(4) Being a financial transaction the consumer would like to receive confirmation of the outcome of the transaction at the earliest. In the case of SMS, there could be a possibility that the SMS is not delivered due to customer related issues or network related issues. To address this issue it has also been mandated that in such cases an USSD communication is also sent to the customer confirming the completion of transaction. Wherever the network permits, the service provider, through mutual agreement with the bank, should implement such a system where the confirmation message shall be sent with a request for delivery report confirmation to Access Provider’s SMSC. Access Provider’s SMSC will try to deliver such messages immediately within the time limit prescribed in these regulations and inform back the delivery status with proper error code towards application hosted at the backend. In case the SMS delivery fails, the error code received from the SMSC can be used by the system in the backend to trigger an USSD towards the customer. Considering the fact that USSD messages cannot be stored, it has also been provided in the regulations that the expiry time for SMS will be a minimum of seventy two hours.

(5) The time frame for delivery of messages for mobile banking: Most of the stakeholders had suggested different time frames for different methods of communication. After considering various suggestions in this regard, the Authority decided the time frame for delivery of the messages for mobile banking transaction. Measurement methodology for the time frame for delivery of the messages generated by the customer or the bank relating to banking services provided to the customers are prescribed in Schedule-I. These time frames are for the first delivery attempt.

(6) QOS parameters: During consultation process most of the stakeholders agreed with the present quality of service parameter for the network which are already prescribed by the TRAI in accordance with Standards Of Quality Of Service Of Basic Service( Wireline) and Cellular Mobile Telephone Services, Regulation, 2009. The Authority considered the matter and felt that the quality of service standards already laid down by the Authority would be sufficient to address network related quality of service parameters. However, for protecting the interest of consumers the Authority has prescribed the following three Customer Centric parameters:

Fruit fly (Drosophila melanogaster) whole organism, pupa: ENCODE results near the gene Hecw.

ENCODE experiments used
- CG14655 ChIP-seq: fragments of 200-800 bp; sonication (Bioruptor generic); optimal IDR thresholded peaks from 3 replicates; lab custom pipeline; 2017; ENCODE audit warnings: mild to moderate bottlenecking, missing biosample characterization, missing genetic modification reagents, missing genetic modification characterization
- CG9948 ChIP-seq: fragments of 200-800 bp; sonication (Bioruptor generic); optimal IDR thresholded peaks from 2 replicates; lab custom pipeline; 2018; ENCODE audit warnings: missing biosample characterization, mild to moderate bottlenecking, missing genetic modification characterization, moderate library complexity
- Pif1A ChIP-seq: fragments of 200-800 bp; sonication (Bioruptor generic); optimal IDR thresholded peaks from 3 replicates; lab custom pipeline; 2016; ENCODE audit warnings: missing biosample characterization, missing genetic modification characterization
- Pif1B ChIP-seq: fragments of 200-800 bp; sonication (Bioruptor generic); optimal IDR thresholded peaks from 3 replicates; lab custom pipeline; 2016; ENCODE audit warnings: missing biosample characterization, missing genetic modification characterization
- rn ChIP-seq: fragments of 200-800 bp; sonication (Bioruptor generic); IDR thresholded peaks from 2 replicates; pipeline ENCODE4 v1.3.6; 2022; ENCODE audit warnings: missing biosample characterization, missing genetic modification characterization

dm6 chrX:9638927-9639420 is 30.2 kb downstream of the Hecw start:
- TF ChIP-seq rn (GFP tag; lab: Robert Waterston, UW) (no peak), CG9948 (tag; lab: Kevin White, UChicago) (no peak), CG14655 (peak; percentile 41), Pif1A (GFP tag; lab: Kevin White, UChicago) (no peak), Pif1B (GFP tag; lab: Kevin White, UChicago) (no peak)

(a) Time taken to deliver error and success confirmation message: This parameter signifies the efficiency in the delivery of error and success confirmation messages. As per this parameter the error messages and successful confirmation messages sent by the banking system based on customer action shall be delivered to the customer within 2 minutes. The regulations further provide that in case a message generated by the customer or the bank cannot be delivered due to any reason the access provider shall immediately send an error message intimating the non-completion of the process to the customer or the bank, as the case may be.

(b) Transaction update on the system: Any message triggered through a consumer action for mobile banking services shall be updated in the system for any transaction on a real time basis.

(c) Success of delivery of financial transaction messages: This parameter signifies the efficiency in the successful delivery of financial transaction message.

(7) Periodical reporting system: The regulations provide for periodical reporting of performance of service providers against the quality of service benchmarks prescribed in these regulations in such format and at such interval as may be prescribed by the Authority.

(8) Security requirements: During consultation process, all the stakeholders opined that security is a critical issue. The most important security components are stated to be Authenticity and authorization, Integrity, Non-repudiation, and Confidentiality. The GSM/CDMA system architecture takes care of End to End Encryption, Authentication, Authorization, Integrity and Non-repudiation, which are governed by international standard bodies.

(9) Accordingly, the Authority has prescribed in these regulations that the confidentiality of end to end encryption, integrity, authentication and non-repudiation of communication shall be in accordance with the standards certified by ITU/ETSI/TEC/ International standardization bodies such as 3GPP/3GPP2/IETF/ANSI/TIA/IS or any other international standard as may be approved by the Central Government.